Get the latest issue
It’s Good Housekeeping’s 17th anniversary, and mommies, it’s your month, too! Enjoy meaty reads on everything relevant to you—from deliciously simple cake recipes to stories of compassion during Pope Francis’s visit.
According to a study published in the American Journal of Preventive Medicine, people who travel a long distance from home to their place of work are more likely to develop high blood pressure, obesity, and excess belly fat.
Surveying 4,300 people who live and work in the metropolitan areas of Dallas, Fort Worth, and Austin in Texas, researchers tried to find out just how the distance from the office to the home affected commuters. Upon analysis of the results, researchers found that those who lived closer to their place of work had fewer health problems. In fact, among the participants who lived within five miles (roughly 8 kilometers) of the workplace, 76 percent exercised for an average of 30 minutes. Among those who had a 30-mile (roughly 48 kilometers) commute back and forth, however,70 percent had an average of 30 minutes of physical activity.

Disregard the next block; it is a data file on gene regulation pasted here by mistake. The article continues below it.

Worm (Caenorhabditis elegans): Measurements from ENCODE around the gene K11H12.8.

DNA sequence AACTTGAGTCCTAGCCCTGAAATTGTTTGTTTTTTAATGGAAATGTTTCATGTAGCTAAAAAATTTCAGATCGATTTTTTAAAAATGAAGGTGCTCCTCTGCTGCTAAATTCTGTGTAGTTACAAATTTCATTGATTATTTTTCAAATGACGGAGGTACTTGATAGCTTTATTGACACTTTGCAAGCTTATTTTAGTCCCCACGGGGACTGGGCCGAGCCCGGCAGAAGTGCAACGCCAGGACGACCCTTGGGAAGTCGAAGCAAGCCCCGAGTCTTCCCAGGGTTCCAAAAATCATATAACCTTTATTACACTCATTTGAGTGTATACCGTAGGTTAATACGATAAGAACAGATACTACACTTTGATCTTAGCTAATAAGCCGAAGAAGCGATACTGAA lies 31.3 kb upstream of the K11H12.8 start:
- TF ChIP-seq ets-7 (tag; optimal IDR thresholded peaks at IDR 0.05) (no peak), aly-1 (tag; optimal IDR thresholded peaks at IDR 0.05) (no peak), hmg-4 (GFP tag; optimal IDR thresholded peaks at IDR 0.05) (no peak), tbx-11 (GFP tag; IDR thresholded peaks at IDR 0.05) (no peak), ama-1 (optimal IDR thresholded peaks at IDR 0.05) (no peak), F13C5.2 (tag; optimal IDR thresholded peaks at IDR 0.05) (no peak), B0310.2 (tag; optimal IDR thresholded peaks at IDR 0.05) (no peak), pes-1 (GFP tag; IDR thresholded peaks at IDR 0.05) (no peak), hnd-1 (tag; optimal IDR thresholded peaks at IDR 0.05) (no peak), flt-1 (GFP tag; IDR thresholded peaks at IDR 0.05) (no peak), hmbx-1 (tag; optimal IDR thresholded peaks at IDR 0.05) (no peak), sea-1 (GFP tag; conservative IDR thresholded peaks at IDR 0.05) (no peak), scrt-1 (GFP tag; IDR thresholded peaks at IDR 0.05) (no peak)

For those who lived outside the 30-mile radius, researchers found that they were more likely to have an unhealthy waist size and have high blood pressure. This increase may be attributed to the stress of having to commute home and lacking enough rest.
While the study focused on people driving to and from the workplace, Christine Hoehner, lead researcher and assistant professor in the division of public health sciences at Washington University, cited a 2009 report from the American Community Survey, which said that over 86 percent of workers commuted by car, train, or bus with the journey lasting 25 minutes on average. With such figures, she said it was important for workplaces to enable their employees to get more physically active.
"If it’s possible for people who live closer to work to walk or bike, there’s been health benefits associated with active commuting," she is quoted as saying on FoxNews.com. " You can’t tell people to move. But the main message for people who live a long way from work or sit at work: Find ways to build physical activity into you day or break up your sitting times."
(Photo by Robin Hickman (Asian Development Bank) via Flickr Creative Commons)